- May 4th, from 9:00 AM to 5:00 PM, in the Browsing Room of the Knight Library.
- All events are free and open to the public. The session schedule is on our website: https://gerscan.uoregon.edu/writing-migration-conference/
We live in an age of mass migrations, on the one hand an effect of the economic, political, and cultural processes of globalization (which include post-colonial and neo-colonial developments), and on the other hand a consequence of the increasingly destabilizing effects of global climate change. These migrations involve both immense suffering on the part of the migrants themselves, and challenges for “host”-nations, but also the potential for cultural innovation and human emancipation, as new voices enter spaces where they had been previously unheard, producing the broadening of intercultural understanding.
In light of the importance of these global migrations, with a special focus on migrations into the US and into Europe, and in order to provide, in our own community, an informative and reflective counter-voice to the anti-migrant sentiment and ideology that are currently making themselves felt in both North America and Europe, we conceived of a conference that would address various migration phenomena, experiences, and contexts.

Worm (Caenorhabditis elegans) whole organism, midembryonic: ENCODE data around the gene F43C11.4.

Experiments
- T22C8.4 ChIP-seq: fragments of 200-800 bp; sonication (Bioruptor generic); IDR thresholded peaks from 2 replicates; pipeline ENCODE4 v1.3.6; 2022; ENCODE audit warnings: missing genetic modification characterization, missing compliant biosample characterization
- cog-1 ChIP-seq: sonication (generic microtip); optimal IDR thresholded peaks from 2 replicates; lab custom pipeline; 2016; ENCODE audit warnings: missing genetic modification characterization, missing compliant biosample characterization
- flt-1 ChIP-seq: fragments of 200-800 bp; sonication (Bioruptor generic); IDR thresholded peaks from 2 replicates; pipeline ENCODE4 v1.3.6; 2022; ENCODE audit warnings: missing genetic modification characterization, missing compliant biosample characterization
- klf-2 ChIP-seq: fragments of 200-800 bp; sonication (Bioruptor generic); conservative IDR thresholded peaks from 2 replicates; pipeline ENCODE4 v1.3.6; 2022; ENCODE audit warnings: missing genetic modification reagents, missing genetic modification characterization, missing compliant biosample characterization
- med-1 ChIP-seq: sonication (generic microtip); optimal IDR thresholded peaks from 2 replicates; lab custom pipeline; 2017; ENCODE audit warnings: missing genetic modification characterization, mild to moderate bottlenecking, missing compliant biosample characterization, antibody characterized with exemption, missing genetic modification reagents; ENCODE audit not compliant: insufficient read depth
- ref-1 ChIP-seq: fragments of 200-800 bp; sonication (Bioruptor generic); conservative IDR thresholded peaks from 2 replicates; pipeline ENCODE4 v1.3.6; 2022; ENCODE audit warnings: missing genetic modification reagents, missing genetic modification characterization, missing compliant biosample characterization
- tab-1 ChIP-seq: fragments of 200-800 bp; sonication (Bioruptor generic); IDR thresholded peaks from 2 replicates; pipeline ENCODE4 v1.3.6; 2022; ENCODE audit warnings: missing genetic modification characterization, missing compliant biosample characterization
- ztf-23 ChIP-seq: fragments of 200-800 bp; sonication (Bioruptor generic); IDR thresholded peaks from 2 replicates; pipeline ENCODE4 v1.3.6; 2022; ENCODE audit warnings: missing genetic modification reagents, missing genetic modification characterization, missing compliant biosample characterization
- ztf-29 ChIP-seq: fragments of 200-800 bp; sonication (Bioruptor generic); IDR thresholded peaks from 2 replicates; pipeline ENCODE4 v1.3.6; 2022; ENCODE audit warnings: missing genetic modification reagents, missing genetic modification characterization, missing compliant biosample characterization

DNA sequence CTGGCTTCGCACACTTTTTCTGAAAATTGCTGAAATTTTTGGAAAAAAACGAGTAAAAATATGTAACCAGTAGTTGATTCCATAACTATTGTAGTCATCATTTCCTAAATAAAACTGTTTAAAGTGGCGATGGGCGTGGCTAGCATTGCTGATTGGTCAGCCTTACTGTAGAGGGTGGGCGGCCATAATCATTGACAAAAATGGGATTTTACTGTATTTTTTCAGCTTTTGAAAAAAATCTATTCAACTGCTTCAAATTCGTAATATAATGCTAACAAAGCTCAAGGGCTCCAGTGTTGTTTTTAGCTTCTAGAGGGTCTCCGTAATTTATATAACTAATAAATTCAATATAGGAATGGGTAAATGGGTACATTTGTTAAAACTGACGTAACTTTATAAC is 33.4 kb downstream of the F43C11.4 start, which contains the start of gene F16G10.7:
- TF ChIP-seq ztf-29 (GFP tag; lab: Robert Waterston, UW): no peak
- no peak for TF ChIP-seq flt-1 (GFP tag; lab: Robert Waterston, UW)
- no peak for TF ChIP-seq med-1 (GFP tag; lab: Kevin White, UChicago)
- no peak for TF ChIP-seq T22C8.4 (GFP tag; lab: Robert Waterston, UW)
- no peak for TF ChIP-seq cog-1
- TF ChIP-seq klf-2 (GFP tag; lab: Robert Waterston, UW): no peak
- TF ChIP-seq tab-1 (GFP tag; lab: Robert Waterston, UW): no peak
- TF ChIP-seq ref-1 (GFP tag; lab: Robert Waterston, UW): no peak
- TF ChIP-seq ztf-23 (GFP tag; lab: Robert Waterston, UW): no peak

As cultural studies scholars with literary and philosophical interests, more specifically, we have organized this interdisciplinary conference largely around literary and philosophical presentations of migration, including the migrations of literary forms themselves. Yet we have mixed these presentations with those from the realms of activism and from the historiography of the present, in order to keep the political-social focus clear. Talks will address themes as diverse as: the contemporary political situation on the US-Mexican border, especially concerning TPS status; contemporary migration writing (and literary migration) in the US, Germany, Sweden, North Africa, and France; Mexican-American colonial culture in the 18th century; and the representation of seventeenth century war-induced migration in post-World War II German drama.
The Folklore Student Association will meet in the Randall V. Mills Archives of Northwest Folklore (PLC 453) Wednesday, May 2nd at 6pm.
We will be discussing Folklore and the Supernatural.
There will be a presentation by Folklore & Public Culture program alumnus Alina Mansfield and current student Grace Hanich entitled: “Ouija Boards, Light as a Feather, and Bloody Mary: Games or Rituals?”
Following the presentation, recent program graduate Nikki Cox will share her experiences producing a successful podcast focused on legends, memorates, and personal narratives of the supernatural.
We will move to the Lorenzo West Graduate Lounge (PLC 461) afterward for discussion, planning, and PIZZA.
Current Folklore majors and minors are encouraged to attend.
As always, all are welcome. Bring a friend and we’ll see you there!